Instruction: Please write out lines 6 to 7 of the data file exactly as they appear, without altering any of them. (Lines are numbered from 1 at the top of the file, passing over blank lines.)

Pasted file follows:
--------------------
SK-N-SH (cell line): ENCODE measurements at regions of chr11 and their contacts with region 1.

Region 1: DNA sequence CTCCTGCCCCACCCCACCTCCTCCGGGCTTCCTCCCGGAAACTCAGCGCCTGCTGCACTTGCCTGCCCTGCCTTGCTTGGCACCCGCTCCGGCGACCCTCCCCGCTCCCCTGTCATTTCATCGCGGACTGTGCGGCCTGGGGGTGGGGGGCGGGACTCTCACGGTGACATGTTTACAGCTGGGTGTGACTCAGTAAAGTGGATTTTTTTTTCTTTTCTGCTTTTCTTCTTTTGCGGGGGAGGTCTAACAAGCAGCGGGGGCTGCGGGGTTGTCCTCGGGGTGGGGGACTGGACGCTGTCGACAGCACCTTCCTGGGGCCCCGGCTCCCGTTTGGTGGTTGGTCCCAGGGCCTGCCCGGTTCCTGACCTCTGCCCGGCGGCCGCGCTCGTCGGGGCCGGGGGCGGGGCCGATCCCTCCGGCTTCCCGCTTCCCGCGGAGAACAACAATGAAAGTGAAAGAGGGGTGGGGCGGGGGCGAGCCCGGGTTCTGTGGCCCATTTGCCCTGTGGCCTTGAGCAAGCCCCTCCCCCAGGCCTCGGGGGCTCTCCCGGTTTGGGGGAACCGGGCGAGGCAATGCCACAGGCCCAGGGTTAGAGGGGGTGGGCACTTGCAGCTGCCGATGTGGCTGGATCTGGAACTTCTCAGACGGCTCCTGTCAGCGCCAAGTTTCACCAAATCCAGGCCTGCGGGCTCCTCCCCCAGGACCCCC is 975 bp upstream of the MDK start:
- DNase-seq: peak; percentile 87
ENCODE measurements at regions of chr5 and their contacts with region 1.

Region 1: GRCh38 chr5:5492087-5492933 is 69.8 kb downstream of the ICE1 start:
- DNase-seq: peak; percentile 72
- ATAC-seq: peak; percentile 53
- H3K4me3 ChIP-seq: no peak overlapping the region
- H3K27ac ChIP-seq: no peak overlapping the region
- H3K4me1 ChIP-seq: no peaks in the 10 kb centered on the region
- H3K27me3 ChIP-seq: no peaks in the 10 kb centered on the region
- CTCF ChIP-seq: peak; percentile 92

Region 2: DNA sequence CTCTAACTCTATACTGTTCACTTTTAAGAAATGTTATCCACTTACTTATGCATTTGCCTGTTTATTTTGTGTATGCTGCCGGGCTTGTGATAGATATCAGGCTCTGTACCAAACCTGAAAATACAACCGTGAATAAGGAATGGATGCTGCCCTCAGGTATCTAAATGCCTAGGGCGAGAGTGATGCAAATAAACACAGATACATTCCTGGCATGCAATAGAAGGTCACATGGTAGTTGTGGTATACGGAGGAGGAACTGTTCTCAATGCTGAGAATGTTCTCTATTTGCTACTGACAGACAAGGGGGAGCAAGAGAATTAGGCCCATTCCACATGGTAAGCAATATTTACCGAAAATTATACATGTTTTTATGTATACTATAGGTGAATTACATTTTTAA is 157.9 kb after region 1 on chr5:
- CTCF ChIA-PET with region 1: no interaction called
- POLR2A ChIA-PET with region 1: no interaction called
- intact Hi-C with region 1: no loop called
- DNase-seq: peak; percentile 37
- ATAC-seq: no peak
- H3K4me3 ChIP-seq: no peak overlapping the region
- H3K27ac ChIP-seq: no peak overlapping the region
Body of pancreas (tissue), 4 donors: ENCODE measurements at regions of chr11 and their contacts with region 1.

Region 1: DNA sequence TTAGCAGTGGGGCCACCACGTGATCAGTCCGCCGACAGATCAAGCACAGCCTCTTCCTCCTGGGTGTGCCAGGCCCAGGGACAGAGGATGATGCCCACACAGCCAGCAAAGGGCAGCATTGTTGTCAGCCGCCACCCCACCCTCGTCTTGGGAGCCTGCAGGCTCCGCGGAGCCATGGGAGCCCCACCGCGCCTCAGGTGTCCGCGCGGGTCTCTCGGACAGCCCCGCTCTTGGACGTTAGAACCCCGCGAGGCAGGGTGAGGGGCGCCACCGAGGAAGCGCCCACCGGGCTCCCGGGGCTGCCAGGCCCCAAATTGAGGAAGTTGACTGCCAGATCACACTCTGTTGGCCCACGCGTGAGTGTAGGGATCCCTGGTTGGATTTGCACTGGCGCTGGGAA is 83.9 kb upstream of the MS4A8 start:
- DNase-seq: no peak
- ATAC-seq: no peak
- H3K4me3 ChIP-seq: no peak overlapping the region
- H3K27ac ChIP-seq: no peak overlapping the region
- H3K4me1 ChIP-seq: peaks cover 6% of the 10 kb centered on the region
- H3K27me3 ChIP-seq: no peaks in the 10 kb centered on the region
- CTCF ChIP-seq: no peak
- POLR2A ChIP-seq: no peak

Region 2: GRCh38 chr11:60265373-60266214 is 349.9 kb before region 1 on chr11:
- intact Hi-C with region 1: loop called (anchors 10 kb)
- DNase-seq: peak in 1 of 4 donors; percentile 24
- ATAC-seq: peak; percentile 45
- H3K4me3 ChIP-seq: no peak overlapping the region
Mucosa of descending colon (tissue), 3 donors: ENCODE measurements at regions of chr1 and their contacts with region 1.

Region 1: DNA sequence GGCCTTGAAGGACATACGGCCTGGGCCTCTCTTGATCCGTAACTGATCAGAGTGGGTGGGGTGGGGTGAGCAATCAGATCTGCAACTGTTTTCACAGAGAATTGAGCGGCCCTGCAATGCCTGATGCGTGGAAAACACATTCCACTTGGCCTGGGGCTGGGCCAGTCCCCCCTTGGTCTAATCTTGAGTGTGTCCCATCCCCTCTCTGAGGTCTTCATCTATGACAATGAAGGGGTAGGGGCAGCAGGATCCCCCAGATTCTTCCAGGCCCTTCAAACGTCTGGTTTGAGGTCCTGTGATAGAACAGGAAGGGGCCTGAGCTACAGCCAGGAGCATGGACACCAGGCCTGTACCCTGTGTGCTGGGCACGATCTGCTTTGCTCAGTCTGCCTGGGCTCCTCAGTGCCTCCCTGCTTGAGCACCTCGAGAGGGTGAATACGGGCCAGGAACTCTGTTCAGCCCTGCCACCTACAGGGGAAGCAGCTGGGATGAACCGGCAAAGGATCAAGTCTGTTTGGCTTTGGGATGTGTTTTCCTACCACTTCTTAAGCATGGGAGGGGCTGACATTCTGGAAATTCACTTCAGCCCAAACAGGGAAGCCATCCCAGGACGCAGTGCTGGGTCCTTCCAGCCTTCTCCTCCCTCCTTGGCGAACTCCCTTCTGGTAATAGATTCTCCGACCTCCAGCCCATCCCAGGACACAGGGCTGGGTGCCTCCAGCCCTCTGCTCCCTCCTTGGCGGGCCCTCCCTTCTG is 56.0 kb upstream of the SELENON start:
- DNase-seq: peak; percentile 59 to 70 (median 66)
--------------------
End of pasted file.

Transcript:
- DNase-seq: peak; percentile 72
- ATAC-seq: peak; percentile 53